Approved by Epic Games and taught by Unreal Engine Evangelist Chris Murphy, this course is for any developer wishing to work in Unreal Engine for creating interactive experiences and/or enterprise fields of real time training simulation, visualization, and media/entertainment. Create realistic games with the complete game development tool - Unreal Engine 4. Start with the fundamentals so that you build a solid base understanding.
Know the basics of how to operate a computer? Maybe a little bit of game design or coding experience? Visual arts designer? You are ready! Learn step by step by creating 3 unique projects. Chris teaches through demonstrations so you will be applying real skills in each lecture.
Get a complete introduction to core competency with the editor, learn how the engine works and how it works to help make your project run efficiently, how to use assets to customize your project, design and create interactivity, and have the tools and strategies to debug an error.
By the end of this course you can design and create working projects that could include games, architectural visualization, training simulations, and media entertainment. Plus, you will be aware of the tools and techniques that you need to focus on your area of interest.
In this lesson we'll get started in Unreal Engine 4 by covering the basic toolset and geometry tools.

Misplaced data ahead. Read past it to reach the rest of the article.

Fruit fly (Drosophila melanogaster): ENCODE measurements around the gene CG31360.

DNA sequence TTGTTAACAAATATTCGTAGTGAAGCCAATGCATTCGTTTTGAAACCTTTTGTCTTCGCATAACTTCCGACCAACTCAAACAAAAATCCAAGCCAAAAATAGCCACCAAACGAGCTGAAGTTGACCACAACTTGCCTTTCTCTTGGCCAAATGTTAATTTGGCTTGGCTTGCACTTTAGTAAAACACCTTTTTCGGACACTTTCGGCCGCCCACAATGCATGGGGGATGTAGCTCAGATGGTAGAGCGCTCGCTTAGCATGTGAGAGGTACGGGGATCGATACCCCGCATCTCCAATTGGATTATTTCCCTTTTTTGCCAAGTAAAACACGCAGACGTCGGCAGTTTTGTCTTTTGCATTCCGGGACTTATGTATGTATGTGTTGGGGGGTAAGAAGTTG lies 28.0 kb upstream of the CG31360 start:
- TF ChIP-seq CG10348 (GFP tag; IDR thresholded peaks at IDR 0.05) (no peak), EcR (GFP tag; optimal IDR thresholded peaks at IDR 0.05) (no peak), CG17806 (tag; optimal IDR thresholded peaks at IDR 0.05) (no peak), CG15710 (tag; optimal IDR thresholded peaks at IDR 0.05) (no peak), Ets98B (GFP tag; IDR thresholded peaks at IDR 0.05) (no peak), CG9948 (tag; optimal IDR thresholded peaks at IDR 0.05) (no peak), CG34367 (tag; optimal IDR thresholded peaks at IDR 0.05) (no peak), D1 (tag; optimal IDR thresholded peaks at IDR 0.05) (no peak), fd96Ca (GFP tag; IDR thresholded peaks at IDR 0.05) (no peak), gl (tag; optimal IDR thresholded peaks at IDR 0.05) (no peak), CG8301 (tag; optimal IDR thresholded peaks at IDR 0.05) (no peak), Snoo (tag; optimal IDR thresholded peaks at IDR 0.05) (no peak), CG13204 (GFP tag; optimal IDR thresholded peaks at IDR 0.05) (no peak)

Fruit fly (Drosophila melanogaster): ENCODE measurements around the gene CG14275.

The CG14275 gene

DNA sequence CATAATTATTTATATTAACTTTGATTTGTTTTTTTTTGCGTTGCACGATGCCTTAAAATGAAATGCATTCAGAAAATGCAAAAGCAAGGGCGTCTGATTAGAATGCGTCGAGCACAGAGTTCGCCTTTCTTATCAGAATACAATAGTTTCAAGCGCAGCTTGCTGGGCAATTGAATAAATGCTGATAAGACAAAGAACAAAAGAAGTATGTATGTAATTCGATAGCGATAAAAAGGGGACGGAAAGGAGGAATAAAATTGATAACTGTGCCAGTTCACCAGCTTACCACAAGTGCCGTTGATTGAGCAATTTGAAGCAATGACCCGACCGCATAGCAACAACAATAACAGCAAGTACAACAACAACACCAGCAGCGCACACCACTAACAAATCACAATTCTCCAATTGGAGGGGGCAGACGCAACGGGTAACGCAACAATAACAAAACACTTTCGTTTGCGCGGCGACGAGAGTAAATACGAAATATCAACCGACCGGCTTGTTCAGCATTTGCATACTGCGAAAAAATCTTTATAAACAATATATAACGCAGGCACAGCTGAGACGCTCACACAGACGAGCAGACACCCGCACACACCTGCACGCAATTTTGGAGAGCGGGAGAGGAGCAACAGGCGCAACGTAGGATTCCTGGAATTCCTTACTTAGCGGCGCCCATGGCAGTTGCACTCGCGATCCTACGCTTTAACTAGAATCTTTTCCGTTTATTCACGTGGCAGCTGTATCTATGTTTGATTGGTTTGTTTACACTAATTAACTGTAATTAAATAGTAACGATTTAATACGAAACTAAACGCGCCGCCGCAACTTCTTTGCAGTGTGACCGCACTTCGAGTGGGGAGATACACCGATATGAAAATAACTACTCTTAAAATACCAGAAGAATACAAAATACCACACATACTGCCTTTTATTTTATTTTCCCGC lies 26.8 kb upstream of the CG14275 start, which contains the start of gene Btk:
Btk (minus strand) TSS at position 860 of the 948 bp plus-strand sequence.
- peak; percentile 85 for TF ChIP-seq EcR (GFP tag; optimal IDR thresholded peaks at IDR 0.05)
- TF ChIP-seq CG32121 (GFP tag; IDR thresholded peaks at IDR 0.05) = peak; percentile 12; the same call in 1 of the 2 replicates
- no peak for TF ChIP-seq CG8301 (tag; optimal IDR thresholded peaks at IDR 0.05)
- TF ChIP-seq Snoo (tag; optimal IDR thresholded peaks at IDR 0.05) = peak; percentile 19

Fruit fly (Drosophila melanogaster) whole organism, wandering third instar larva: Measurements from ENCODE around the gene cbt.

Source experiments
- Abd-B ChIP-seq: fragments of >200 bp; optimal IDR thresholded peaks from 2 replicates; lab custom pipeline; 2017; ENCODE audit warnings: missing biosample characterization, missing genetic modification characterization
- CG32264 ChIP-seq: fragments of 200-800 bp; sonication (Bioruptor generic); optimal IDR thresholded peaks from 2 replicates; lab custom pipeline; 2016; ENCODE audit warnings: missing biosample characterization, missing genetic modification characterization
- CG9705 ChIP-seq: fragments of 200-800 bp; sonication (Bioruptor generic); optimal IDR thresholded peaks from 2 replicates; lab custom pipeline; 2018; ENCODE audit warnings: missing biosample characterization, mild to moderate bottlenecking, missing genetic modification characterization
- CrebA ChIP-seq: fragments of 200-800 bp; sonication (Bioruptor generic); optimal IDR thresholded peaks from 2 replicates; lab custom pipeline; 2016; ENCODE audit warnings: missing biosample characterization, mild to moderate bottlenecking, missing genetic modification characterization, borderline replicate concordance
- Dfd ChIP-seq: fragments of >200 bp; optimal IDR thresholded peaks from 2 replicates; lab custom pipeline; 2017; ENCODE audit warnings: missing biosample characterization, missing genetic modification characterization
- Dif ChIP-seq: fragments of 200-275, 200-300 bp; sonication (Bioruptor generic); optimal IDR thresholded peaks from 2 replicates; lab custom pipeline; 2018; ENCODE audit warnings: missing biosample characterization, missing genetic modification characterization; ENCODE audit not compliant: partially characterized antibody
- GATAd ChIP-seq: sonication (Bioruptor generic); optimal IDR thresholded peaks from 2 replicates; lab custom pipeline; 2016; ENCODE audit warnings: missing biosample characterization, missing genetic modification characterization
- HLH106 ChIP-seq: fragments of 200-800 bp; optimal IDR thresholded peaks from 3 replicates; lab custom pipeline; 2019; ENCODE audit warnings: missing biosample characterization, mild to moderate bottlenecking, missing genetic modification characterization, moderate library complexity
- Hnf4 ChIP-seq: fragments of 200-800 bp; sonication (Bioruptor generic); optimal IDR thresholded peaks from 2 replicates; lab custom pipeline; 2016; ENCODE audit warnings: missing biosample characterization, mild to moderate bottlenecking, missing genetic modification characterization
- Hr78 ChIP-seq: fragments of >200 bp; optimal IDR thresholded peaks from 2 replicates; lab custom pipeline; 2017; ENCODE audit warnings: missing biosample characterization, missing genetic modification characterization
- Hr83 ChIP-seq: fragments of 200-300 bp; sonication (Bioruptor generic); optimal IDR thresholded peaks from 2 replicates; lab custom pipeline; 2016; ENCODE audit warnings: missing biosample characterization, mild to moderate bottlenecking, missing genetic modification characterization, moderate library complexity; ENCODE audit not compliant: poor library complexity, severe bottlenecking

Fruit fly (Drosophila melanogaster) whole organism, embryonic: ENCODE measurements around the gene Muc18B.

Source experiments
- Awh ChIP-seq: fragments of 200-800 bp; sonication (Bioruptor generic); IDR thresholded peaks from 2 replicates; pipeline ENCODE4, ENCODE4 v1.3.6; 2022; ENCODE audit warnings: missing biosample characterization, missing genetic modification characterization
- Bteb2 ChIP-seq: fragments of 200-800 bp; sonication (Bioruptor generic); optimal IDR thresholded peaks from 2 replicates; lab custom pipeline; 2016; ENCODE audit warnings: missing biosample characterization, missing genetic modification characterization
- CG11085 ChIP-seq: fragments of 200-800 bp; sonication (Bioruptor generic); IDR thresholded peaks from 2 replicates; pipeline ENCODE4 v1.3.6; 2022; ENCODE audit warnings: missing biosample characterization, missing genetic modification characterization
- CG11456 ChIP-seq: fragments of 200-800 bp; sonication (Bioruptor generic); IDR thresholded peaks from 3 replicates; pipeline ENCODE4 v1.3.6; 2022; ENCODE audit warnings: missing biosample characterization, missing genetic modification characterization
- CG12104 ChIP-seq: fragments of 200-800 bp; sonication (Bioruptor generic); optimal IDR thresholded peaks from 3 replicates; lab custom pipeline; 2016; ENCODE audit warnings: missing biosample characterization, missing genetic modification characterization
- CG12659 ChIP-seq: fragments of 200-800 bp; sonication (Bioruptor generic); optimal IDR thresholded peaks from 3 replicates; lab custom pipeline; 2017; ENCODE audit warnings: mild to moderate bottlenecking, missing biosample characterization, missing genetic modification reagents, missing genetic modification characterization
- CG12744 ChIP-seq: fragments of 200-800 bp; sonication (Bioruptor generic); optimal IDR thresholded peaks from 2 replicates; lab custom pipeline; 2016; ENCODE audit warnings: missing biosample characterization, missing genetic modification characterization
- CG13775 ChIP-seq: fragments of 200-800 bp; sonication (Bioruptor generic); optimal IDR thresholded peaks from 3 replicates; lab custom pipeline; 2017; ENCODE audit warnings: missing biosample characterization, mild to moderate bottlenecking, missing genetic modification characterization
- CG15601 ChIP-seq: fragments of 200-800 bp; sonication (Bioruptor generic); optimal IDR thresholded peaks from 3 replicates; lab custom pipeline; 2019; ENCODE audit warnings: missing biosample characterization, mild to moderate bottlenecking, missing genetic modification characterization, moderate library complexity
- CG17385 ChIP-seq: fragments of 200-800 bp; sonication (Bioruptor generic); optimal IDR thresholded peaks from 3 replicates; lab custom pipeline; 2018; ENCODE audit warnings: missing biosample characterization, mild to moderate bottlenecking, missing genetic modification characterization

Let's move onto more complex geometry and investigate static meshes, the imported 3d meshes from external programs, and how materials can be used to change their appearance.
It's time to start creating our arch vis room. To do this we'll sculpt out the room frame and begin to develop the look of it.
More detail is necessary so lets go about setting up meshes throughout the room and finalize the layout.
Here we'll start to go into the lighting systems of Unreal Engine 4 including directional lights, point lights and spot lights.
Here we'll finish off the lighting pass and also cover the reflections within Unreal and how to set up reflection capture actors.
Post processing is incredibly important in finishing not only the look of an environment but how it feels to a user. In this section we'll go through the steps to set up post processing and gradually tweak it to accomplish your goals.
Finalise your post processing and subtle tweaks to your environment to get it looking its best. We'll be going through different techniques to further improve the feel of your scene.
Understand the powerful Sequencer tool to get a cinematic preview of your scene. We'll be using Sequencer to create a transitioning cinematic.
Using additional effects and tweaks to drastically improve your scenes visuals and adding particles to create a realistic feel to your environment.
Continuing final touches of your scene and adding a character that allows the user to walk around the environment and check out the beautiful visuals you have created.